Resume/CV in English or Spanish?

MatiArg

Registered
Hey peeps, i have a question,

For those who work for American/European/English speaking companies in Buenos aires, did you apply by sending your resume written in english, spanish or both? Should i have my resume translated to spanish just in case? what would you suggest i do? any info is appreciated!
 

syngirl

Registered
Are you responding to a specific ad or are you sending out cvs unsolicited? If you're responding to an ad that's in english and there is a specific contact to send to then perhaps an english CV is acceptable. However, seeing as we are in a Spanish speaking country and odds are your Human Resources contact is going to be a local you must always have a spanish version of your CV. Especially in the case that you are doing a CV blast and don't have a particular contact to send to.
 

Bairesgirl

Registered
I agree with Syngirl--I would add unless they ask for a CV in english always send it in spanish.... and adapt your US cv to Argentine Cvs.
In Argentina unlike in many other countries you are expecteto put personal information on the CV like civil status, add photographs, age or birth date and such..... and you will be asked personal questions in the interview.... It is the way it is....

Additionally would like to add that many companies don´t hire directly but through Consultoras or Employment Consultants, and they deal with many types of vacancies througout a month...
today they are looking for production engineers, workers, secretaries tomorrow promotoras, or whatever... sometimes they do all the hiring for one company so they search for all kinds of positions..... so they really may not be an expert in the area you are applying to...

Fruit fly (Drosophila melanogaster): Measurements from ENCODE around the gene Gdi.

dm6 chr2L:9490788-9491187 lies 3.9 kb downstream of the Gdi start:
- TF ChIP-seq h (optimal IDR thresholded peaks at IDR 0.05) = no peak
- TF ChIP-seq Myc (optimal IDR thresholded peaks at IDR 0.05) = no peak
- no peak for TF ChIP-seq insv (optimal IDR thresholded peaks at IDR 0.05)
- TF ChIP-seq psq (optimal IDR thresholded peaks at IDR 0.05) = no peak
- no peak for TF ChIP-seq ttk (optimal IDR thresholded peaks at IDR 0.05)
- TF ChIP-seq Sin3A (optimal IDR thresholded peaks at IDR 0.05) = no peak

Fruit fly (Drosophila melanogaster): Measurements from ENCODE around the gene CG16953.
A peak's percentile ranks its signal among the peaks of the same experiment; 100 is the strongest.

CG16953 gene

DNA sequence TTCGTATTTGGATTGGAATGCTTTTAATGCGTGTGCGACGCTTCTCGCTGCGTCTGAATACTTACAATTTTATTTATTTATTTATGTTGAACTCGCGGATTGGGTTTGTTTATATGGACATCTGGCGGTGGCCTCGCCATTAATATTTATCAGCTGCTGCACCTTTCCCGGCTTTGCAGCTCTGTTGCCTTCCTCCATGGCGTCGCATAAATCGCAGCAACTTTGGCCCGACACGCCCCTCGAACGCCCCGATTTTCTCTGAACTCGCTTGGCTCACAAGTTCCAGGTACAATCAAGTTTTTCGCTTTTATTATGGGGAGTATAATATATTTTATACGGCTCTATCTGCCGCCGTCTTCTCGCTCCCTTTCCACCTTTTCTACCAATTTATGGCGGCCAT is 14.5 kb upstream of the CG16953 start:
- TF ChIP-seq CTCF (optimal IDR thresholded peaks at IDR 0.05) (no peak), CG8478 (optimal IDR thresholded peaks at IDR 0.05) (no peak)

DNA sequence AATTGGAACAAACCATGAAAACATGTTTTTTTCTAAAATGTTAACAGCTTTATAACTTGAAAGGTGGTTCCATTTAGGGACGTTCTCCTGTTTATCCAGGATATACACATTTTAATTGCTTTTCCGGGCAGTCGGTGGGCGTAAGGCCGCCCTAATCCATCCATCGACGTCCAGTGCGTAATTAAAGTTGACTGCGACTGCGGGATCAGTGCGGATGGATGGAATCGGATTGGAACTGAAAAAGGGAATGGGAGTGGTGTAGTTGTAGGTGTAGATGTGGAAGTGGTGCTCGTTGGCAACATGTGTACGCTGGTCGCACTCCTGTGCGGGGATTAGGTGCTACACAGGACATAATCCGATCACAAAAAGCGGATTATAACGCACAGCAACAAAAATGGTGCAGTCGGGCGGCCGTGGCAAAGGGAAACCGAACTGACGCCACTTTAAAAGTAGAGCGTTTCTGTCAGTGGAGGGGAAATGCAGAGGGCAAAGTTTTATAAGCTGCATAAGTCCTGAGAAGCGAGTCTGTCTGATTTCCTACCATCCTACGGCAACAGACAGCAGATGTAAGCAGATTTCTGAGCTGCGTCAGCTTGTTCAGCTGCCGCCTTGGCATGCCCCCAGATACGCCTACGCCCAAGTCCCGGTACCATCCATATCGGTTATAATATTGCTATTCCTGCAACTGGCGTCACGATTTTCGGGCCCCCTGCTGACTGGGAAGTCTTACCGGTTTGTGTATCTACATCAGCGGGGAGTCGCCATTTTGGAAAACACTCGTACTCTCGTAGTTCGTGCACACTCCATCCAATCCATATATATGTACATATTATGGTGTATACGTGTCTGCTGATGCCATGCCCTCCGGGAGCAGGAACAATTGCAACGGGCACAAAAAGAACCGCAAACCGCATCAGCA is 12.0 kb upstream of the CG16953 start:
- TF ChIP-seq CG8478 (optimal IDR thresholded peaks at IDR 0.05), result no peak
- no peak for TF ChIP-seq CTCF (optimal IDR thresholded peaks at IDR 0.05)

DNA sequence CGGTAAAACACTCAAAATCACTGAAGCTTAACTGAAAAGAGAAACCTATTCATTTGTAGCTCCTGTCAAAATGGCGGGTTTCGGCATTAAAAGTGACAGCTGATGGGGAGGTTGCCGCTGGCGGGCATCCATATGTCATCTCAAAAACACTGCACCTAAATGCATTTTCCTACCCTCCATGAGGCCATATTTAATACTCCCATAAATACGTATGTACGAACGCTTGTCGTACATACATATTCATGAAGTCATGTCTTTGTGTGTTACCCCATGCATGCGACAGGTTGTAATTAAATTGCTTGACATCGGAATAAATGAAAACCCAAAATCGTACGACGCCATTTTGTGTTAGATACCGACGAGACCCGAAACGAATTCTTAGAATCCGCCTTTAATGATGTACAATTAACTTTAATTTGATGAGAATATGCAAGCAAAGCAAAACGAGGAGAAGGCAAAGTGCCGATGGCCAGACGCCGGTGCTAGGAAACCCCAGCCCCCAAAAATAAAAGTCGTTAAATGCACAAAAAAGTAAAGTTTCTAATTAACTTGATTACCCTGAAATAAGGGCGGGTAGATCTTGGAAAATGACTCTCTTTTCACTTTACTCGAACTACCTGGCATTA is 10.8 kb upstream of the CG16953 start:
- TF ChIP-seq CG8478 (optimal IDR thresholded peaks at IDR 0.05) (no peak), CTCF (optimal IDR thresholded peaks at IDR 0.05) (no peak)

These consultants may not speak good english.... and may not understand your qualifications or experience
many times language levels are assessed in the second or third interviews at the company itself.

I´ve had to explain what an MSc was to consultoras....
But they are often in the first line of the recruitment process so you must make a good impression on them....for your cv to be forwarded to their client for further consideration.
At least that has been my and my friend´s experiences....

Lately more companies hire directly but there is still a wide tendency to use consultoras.....
 

John.St

Registered
MatiArg said:
Hey peeps, i have a question,

For those who work for American/European/English speaking companies in Buenos aires, did you apply by sending your resume written in english, spanish or both? Should i have my resume translated to spanish just in case? what would you suggest i do? any info is appreciated!
The below may give you an idea about what to include of personal information in your CV:

http://lomasdezamora.olx.com.ar/administracion-de-empresas-iid-1606076
http://lomasdezamora.olx.com.ar/tecnico-quimico-iid-1606039
http://lomasdezamora.olx.com.ar/garbarino-curriculum-iid-37783739
http://lanus.olx.com.ar/secretaria-empleada-recepcionista-secretaria-direccion-iid-9264465
http://buenosaires.olx.com.ar/busco-trabajo-administrativo-o-secretaria-iid-1277756

and don't forget to add a photo of yourself in bikini, if you have one :D:D
http://tandil.olx.com.ar/promotora-tandil-iid-11416760
 

syngirl

Registered
Bairesgirl said:
In Argentina unlike in many other countries you are expecteto put personal information on the CV like civil status, add photographs, age or birth date and such..... and you will be asked personal questions in the interview.... It is the way it is....